Aircraft lighting requirements

Written by chris stevenson
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Aircraft lighting requirements
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Aircraft must have appropriate navigation and fixed lights according to the FAA (Federal Aviation Administration), so they may operate in air traffic lanes with safety and comfort. Similar to the rules governing watercraft, navigation lights show the profile, direction and activity of a plane in flight. Navigation lights aid the pilot especially in low visibility and nighttime conditions, letting air traffic control personnel make visual contact and relay instructions in hazardous situations.

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Navigation Lights

All aircraft will be equipped with steady lights attached permanently to each leading edge of the wing tip. The port side light, or left side facing the front of the plane, should be coloured red. The starboard wing should have a green light affixed to the leading edge of the wing tip. They are to be displayed from sunset to sunrise, or when the sun has approached six degree below the horizon. Both lights should be visible for up to three miles. Orientation of the lights permits others planes to see flight direction.

Tail light

A tail light should be affixed to the uppermost part of the tail fin on the plane. It is to be bright, white and detectable for up to three miles. The light should be in operation from sunrise to sunset, or when the sun has reached six degrees below the horizon. Some taillights, depending upon aircraft size, can be placed along the trailing edge of the horizontal tail or at the rear position of the fuselage. Orientation of the tail light aids in identifying the size of the aircraft and its direction of flight.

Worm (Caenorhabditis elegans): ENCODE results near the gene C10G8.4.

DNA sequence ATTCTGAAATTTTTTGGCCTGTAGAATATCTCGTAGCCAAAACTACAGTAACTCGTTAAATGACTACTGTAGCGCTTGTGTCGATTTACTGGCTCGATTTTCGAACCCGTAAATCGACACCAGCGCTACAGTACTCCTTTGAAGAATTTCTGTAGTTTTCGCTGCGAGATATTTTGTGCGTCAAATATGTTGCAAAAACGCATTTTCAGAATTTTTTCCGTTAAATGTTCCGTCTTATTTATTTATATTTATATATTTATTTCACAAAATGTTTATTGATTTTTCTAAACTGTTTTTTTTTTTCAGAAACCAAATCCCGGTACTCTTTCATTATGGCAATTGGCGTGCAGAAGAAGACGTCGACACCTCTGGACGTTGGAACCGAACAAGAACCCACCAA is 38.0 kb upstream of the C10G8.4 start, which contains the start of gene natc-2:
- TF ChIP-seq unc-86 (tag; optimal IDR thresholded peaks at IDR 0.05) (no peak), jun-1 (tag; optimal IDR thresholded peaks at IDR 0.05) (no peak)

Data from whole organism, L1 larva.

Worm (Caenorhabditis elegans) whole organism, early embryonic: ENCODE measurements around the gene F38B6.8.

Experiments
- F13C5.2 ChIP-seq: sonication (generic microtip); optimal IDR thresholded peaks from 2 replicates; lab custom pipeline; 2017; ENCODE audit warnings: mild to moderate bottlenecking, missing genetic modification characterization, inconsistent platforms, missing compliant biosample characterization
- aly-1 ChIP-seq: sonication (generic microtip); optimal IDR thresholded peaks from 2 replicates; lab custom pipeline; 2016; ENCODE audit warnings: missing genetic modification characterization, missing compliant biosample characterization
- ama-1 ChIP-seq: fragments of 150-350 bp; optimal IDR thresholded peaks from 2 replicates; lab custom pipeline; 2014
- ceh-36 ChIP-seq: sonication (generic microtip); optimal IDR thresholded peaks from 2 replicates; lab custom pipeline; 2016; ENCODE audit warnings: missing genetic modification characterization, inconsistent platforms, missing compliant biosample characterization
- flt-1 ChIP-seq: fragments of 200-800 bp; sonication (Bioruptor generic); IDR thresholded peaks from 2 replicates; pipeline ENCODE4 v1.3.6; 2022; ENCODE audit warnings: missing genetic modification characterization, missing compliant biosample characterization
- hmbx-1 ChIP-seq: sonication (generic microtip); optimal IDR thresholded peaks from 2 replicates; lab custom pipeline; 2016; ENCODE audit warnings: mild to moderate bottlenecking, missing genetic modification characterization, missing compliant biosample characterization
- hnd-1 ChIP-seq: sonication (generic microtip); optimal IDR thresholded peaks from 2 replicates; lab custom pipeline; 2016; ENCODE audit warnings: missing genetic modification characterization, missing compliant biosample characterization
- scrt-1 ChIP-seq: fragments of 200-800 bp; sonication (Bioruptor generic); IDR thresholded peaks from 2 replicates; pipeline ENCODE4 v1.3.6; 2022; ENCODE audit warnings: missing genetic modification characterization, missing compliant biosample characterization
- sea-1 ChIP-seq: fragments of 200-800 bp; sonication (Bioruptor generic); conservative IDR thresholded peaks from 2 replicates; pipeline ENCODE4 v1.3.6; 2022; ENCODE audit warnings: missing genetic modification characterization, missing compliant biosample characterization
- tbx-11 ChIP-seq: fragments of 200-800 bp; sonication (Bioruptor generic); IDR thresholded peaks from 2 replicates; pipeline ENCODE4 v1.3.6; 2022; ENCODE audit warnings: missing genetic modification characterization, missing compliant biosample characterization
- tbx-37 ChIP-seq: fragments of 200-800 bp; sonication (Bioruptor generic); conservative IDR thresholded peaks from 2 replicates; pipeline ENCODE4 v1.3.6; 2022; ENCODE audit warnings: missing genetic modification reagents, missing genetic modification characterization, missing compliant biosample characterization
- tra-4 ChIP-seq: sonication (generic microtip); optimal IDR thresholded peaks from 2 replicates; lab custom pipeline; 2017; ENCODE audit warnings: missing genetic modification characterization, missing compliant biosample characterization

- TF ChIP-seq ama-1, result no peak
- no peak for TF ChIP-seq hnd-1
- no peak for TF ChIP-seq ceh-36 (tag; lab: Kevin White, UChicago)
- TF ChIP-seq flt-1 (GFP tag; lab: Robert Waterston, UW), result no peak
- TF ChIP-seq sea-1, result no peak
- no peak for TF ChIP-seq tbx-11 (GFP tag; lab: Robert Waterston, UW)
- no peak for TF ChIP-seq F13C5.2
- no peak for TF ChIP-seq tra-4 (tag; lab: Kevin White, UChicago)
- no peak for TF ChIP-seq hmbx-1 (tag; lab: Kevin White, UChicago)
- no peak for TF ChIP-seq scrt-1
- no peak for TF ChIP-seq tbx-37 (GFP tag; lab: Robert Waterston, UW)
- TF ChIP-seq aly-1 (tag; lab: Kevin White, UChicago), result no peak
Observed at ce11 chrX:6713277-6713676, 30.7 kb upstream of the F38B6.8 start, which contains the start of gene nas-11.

Anti-Collision Beacon Lights

On larger commercial aircraft, such as airliners, two orange/red beacon lights are required. One light is to be affixed to the top of the fuselage and the other to the bottom. The lights should rotate and exhibit a flashing effect. The lights must be turned on before engine operation and after engine shutdown. The warning lights serve to warn airport workers that engines have been started and to remain clear.

Strobe Lights

For commercial jets and turbo prop aeroplanes, high-intensity strobe lights must be mounted on each wingtip, flashing white. Small planes, if applicable, are to have a strobe light in proximity to each port and starboard navigation lights on the wing tip. Some of the largest airliners come equipped with an additional strobe light located on the trailing edge of the plane. The strobe light attracts attention while the plane flies, and can also be seen during taxi on the runway.

Taxi Light.

Most large planes carry a bright white taxi light located on the front landing gear strut. The light remains on when the plane moves on the taxiway or during take-off.

Landing Lights

Bright, high-intensity landing lights allow increased visibility during the landing approach. During low visibility like ground fog or haze, landing lights provide that extra visibility for pilots, allowing them to see taxiway traffic or even runway obstructions. Their location varies according to plane brand, but most landing lights mount in the wing root, at the outer wing or somewhere near the front of the plane's nose.

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